with our in-house forager
We want to encourage people to make the most of their daily walks and to embrace the nature that surrounds us. Each week Natasha, our in-house forager, is going to share a plant, tree or bird for you to look out for on your daily walk, or even from your garden.
“Rowan (Sorbus aucuparia) is part of the Ogham in the Gaelic alphabet. It is credited with keeping witchcraft, the evil eye and ghosts at bay. It is often seen growing near houses for protection. A small piece or cross was put above the front door to avert evil. The berries were also distilled to create a protective charm spirit.
Rowan berries are bright red and easily distinguished. They can be used to make jelly or chutney, but must be frozen or boiled to make them safely edible. They contain parasorbic acid that is broken down on freezing or boiling into sorbic acid. In recent studies, sorbic acid has been shown to prevent the breakdown of collagen in the skin. The berries also contain a significant amount of vitamin C.”
29 June: Heather
“Heather grows in abundance around Braemar and many other parts of Scotland. It is iconic for making the Scottish hills glow pink and purple at certain times of the year. There are two different main types of heather, Bell Heather (Erica cinerea) has purple flowers and Ling Heather (Calluna vulgaris) has pink flowers.
Historically it was used as a waterproof thatch for black houses and for making strong ropes. The tough springy stems have to be soaked first to make them pliable enough to bend into shape. Remains of an alcoholic drink with heather in it was found on a pottery shard from 3,000 years ago and it is still used as a flavouring in commercial beers today.
There are interesting old stories of a heather beer being consumed before going into battle. A bit more than dutch courage according to the stories, as at certain times of year a white fungal bloom grows on the heather flowers and this is supposed to be mind altering. This was utilised as a way to help the mind when going into battle. Please do not try this at home!”
8 June: Chickweed
“Chickweed is a low growing plant found in many gardens and cultivated areas, often seen as a weed. But for me I really like the refreshing taste and use it in salads and sandwiches. The leaves contain 14% protein, 2% fats, 63% carbohydrates and Vitamins A, B1, B2 and B6.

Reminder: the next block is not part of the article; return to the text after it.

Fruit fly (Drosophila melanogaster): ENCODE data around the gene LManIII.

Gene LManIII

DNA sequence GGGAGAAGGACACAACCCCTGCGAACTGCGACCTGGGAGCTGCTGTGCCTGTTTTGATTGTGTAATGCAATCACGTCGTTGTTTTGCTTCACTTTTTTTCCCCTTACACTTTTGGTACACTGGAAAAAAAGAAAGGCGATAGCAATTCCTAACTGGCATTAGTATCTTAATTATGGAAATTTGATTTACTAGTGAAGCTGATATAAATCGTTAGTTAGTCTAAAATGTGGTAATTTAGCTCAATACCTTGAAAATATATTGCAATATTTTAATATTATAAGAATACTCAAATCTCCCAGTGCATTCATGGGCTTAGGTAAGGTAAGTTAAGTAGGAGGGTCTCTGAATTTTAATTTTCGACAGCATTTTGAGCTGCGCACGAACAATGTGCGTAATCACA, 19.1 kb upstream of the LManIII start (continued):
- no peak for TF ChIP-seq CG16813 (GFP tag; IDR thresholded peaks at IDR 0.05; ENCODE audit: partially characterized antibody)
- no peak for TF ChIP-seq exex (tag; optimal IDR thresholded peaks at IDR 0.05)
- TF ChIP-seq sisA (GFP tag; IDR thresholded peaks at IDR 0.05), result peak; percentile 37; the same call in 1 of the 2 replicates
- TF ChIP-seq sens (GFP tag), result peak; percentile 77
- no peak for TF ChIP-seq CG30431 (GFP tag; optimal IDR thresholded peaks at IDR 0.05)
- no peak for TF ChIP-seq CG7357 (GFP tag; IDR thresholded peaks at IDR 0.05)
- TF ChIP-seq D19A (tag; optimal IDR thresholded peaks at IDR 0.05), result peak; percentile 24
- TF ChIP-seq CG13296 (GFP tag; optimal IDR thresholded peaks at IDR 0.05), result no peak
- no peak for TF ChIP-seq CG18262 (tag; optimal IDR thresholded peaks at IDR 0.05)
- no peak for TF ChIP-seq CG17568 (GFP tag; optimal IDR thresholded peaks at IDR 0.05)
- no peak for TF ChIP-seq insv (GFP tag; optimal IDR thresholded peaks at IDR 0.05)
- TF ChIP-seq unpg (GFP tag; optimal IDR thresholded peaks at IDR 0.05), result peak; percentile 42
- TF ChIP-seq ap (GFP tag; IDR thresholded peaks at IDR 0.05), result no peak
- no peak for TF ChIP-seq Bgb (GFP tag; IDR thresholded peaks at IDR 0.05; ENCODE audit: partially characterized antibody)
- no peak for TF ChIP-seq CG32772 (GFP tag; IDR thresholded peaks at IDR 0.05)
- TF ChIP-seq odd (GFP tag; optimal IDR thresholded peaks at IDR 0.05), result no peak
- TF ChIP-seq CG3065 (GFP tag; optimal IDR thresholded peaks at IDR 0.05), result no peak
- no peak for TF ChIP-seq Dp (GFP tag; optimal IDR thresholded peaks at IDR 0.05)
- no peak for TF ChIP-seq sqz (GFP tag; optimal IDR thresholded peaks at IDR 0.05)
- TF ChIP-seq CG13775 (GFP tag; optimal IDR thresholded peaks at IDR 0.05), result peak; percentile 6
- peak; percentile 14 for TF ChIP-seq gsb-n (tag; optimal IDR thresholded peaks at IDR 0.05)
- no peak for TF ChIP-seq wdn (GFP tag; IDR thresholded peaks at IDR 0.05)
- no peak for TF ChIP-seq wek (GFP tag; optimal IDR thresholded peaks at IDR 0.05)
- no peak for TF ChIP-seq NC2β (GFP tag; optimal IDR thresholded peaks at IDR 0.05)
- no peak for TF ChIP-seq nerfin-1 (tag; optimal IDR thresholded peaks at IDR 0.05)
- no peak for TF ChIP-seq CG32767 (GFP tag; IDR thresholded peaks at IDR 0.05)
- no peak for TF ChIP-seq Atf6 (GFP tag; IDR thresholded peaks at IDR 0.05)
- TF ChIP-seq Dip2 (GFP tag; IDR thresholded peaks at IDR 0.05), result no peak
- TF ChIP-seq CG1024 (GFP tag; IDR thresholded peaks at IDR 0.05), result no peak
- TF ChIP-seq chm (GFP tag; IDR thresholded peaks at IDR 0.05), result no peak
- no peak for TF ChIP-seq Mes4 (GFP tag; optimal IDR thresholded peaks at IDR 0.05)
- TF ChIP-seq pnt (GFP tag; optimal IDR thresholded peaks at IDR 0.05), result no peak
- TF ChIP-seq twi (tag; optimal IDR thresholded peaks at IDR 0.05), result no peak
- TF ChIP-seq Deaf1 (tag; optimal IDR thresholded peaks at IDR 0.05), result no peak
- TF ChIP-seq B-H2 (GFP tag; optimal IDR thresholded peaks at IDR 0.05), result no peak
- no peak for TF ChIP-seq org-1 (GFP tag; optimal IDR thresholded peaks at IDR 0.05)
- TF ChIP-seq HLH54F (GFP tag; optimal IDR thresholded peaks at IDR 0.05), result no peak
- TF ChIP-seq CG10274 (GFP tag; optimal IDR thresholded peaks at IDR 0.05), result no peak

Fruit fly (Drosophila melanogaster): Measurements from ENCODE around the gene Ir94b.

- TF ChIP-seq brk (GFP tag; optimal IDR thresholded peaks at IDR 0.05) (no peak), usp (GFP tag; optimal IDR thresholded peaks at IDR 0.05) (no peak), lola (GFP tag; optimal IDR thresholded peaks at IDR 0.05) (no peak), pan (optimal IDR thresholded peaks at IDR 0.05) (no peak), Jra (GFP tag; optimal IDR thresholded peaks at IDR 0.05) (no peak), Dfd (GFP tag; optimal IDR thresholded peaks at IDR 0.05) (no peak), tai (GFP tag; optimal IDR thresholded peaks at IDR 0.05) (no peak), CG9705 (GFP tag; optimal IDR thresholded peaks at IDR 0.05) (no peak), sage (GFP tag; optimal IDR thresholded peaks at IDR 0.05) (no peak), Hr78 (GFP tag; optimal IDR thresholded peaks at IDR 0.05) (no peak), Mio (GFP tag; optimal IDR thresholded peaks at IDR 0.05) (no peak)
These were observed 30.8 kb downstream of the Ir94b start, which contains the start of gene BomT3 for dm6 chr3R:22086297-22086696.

Medicinally its traditionally used in a topical cream to help with skin irritations and is excellent at relieving insect bites. I’ve seen chickweed work wonders for skin where other treatments have not managed.
Insects love this plant to feed on and wild birds love the seeds.
Its latin name, Stellaria media, comes from its delicate star-looking flower with five petals.
20 May: Hawthorn
“Hawthorn is a common shrub often found in hedgerows. It is also known as the Mayflower and traditionally it’s said that summer hasn’t started until the hawthorn has flowered. This year in the Scottish Highlands we had snow in the second week of May and the hawthorn was yet to flower.
A traditional name for its leaves is ‘bread and cheese’, although they don’t have any distinctive taste. The name is thought to have originated from WW2 when rationing meant that people looked to nature for food a bit more and hawthorn leaves were eaten.
You can pickle the leaves for later in the year. You can dry them and add them to teas. I find preservation techniques interesting as it would have been how we provided food for ourselves before supermarkets. Pickling, chutneys, jams and fermentation are our main ways of preserving.
Later in the year, the fruit are called haws and they’re refreshing, easy to eat and taste mildly of apples. The large seeds in the fruit are not to be eaten as they contain a small amount of cyanide. The fruit contains lots of pectin which can be added to homemade jam or jelly to help it set.
Please do not eat anything you are not 110% sure of it’s identification and respect the plant and the surrounding environment by only taking what you need and no more than a third of a patch. Your friend and neighbour may want to harvest as well and it’s good to leave some for them and for the plant to continue to grow and thrive.”